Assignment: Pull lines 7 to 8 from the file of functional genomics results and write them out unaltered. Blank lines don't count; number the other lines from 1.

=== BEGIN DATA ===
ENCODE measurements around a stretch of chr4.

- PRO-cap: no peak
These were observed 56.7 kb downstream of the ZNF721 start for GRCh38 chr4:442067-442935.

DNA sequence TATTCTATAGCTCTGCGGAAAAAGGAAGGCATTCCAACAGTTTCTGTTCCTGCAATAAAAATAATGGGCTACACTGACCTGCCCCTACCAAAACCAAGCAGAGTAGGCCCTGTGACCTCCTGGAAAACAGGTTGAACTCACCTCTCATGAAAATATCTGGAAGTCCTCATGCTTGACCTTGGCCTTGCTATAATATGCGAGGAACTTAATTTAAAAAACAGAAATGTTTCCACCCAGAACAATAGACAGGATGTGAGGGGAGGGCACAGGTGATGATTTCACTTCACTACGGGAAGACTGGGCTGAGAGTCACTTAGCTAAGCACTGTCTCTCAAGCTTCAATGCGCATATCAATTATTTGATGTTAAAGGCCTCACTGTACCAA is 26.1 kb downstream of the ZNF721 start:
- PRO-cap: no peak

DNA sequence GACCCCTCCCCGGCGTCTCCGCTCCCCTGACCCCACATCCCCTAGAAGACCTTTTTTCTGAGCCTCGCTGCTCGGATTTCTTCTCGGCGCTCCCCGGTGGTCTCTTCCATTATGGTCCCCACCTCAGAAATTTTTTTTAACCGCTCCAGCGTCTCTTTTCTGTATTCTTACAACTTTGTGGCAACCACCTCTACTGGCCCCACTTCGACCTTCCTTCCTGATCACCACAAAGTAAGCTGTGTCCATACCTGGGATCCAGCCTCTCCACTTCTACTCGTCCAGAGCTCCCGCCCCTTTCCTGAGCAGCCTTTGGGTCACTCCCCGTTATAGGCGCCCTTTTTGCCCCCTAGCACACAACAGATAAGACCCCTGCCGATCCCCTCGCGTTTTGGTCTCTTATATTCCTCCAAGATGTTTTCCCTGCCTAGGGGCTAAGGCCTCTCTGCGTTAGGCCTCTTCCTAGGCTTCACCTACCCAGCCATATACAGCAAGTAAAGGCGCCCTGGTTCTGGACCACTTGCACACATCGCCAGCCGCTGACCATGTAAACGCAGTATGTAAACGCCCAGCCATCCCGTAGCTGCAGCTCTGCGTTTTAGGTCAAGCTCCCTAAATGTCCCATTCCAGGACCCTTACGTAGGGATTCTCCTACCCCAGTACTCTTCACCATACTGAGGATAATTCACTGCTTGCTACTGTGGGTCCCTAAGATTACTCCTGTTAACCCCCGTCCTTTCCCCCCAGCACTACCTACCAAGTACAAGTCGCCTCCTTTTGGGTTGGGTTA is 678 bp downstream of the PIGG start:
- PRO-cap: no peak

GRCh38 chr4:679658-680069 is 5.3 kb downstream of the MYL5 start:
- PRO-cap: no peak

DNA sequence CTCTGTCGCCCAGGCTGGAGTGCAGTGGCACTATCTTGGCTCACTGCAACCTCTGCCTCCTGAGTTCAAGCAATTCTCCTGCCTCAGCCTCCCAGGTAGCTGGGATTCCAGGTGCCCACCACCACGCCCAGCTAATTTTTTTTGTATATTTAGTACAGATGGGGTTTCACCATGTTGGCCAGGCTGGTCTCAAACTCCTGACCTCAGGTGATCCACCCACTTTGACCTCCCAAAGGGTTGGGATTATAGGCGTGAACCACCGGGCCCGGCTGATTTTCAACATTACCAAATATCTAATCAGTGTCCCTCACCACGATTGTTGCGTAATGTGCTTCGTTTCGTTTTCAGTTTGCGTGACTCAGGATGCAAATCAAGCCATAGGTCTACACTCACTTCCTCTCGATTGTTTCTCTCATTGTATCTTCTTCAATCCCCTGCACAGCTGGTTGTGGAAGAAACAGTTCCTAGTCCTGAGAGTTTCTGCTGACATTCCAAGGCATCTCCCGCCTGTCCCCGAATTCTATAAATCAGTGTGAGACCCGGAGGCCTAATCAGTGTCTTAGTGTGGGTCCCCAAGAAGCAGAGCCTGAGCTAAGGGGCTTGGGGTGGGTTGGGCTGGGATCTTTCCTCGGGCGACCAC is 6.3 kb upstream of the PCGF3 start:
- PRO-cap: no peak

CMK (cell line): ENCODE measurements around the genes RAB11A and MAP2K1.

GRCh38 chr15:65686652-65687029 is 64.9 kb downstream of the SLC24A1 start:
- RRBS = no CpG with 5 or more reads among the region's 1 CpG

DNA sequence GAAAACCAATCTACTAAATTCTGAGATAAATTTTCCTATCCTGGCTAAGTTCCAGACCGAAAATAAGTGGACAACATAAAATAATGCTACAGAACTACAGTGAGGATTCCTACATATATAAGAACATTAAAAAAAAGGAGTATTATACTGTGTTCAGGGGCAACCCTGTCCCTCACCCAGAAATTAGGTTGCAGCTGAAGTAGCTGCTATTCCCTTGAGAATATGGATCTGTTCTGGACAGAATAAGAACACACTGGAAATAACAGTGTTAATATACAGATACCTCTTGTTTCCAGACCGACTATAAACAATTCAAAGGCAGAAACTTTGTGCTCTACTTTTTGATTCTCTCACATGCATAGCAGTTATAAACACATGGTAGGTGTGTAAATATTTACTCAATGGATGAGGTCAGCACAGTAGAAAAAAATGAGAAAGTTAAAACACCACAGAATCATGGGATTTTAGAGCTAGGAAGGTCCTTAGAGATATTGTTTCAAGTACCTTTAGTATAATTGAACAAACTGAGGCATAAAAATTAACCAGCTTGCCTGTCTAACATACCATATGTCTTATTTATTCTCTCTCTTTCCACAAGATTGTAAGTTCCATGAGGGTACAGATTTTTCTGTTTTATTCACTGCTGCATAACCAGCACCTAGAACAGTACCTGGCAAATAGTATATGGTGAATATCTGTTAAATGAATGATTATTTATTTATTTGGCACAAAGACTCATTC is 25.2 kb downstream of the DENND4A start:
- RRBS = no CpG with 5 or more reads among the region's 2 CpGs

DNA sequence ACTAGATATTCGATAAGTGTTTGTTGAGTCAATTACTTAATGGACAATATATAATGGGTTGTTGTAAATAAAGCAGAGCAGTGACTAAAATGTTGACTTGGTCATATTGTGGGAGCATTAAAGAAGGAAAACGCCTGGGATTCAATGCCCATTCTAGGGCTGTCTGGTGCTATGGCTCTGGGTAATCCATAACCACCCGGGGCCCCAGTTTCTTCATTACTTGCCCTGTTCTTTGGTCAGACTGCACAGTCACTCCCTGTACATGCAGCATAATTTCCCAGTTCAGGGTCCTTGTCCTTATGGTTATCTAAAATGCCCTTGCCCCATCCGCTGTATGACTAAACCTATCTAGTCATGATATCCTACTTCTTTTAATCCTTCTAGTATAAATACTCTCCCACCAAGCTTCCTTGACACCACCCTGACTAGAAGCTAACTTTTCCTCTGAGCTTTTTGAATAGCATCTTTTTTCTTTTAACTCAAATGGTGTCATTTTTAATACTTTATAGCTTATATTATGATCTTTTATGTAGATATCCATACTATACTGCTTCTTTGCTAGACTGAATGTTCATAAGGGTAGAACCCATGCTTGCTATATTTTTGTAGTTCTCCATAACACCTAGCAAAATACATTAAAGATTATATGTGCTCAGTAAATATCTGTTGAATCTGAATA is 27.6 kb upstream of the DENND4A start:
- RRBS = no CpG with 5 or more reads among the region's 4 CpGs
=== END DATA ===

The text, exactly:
- PRO-cap: no peak

GRCh38 chr4:679658-680069 is 5.3 kb downstream of the MYL5 start: